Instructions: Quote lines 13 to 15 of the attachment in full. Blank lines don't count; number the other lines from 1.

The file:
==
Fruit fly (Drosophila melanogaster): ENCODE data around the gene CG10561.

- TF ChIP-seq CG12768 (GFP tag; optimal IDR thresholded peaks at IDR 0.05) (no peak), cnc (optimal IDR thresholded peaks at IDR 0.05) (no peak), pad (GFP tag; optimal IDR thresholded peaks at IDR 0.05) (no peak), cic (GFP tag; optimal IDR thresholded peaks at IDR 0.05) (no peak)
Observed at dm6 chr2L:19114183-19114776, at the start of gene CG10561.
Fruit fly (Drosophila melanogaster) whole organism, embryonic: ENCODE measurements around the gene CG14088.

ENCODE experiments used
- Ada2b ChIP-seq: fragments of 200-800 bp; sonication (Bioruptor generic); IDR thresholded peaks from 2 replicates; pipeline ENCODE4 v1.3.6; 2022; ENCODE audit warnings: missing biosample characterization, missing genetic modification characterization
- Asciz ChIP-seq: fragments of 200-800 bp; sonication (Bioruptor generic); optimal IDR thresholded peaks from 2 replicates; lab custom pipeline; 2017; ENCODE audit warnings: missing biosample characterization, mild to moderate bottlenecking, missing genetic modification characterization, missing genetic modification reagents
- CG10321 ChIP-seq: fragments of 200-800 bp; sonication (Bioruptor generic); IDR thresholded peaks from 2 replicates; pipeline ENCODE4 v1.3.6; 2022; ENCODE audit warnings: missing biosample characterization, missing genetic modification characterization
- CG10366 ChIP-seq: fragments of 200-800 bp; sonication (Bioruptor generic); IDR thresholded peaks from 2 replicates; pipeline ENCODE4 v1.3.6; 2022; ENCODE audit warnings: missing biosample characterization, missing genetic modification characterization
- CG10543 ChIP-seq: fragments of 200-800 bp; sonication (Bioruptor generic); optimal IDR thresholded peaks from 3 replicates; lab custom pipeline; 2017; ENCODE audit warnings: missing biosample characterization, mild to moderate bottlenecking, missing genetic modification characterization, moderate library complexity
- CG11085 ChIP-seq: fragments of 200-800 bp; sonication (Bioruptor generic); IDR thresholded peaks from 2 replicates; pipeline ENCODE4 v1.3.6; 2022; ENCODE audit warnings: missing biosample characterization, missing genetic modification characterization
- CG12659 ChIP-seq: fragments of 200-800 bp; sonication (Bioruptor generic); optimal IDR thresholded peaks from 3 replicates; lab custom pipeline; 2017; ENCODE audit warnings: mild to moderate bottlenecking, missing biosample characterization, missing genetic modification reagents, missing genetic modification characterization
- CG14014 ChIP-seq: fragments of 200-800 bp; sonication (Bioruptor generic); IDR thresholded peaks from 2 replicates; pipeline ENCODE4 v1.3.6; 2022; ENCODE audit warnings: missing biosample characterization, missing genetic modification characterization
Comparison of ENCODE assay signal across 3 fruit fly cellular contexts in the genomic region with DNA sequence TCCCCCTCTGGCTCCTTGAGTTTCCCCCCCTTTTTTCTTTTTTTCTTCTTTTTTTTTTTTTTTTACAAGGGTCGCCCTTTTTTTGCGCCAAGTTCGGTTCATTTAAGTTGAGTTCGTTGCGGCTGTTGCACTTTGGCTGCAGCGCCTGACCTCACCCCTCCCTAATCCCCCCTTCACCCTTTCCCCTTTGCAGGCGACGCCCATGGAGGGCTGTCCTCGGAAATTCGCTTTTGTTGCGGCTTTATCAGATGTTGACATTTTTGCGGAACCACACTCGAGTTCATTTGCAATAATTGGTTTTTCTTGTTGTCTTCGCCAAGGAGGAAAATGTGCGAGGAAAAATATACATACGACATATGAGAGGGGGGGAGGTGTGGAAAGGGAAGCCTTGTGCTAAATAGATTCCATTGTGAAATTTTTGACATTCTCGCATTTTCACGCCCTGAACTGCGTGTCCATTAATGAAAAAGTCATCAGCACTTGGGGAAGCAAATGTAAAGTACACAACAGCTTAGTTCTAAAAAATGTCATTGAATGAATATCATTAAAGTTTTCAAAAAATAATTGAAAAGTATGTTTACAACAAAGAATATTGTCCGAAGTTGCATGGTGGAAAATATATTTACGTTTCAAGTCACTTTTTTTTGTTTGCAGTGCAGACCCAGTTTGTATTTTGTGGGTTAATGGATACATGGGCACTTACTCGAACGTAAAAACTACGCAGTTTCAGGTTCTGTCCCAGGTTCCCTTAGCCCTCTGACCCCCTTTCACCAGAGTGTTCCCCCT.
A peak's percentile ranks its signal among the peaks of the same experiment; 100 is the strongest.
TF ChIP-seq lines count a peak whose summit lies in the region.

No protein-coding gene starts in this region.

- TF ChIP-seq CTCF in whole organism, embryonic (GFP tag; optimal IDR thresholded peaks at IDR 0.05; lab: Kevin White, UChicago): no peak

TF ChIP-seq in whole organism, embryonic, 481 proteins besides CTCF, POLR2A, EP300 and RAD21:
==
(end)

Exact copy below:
- CG14014 ChIP-seq: fragments of 200-800 bp; sonication (Bioruptor generic); IDR thresholded peaks from 2 replicates; pipeline ENCODE4 v1.3.6; 2022; ENCODE audit warnings: missing biosample characterization, missing genetic modification characterization
Comparison of ENCODE assay signal across 3 fruit fly cellular contexts in the genomic region with DNA sequence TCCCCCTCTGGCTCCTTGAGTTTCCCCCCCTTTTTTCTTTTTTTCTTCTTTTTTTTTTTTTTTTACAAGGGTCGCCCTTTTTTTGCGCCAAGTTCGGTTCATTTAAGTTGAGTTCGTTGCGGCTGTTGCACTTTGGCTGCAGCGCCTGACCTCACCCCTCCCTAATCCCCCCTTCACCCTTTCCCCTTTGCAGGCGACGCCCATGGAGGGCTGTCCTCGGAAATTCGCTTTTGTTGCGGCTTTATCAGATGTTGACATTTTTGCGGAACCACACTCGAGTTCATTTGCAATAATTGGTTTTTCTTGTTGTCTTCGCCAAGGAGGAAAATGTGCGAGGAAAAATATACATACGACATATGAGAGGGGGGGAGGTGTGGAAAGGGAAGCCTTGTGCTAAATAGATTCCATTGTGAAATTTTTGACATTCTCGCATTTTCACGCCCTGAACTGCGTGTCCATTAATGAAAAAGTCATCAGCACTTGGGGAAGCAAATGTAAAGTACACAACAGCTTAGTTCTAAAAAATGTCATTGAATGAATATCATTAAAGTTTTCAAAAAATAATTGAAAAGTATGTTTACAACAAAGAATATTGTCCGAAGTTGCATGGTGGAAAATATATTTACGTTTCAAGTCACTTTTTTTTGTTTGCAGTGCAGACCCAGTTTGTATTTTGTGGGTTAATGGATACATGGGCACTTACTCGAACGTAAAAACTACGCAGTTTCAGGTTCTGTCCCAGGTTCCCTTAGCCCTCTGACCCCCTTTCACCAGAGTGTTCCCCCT.
A peak's percentile ranks its signal among the peaks of the same experiment; 100 is the strongest.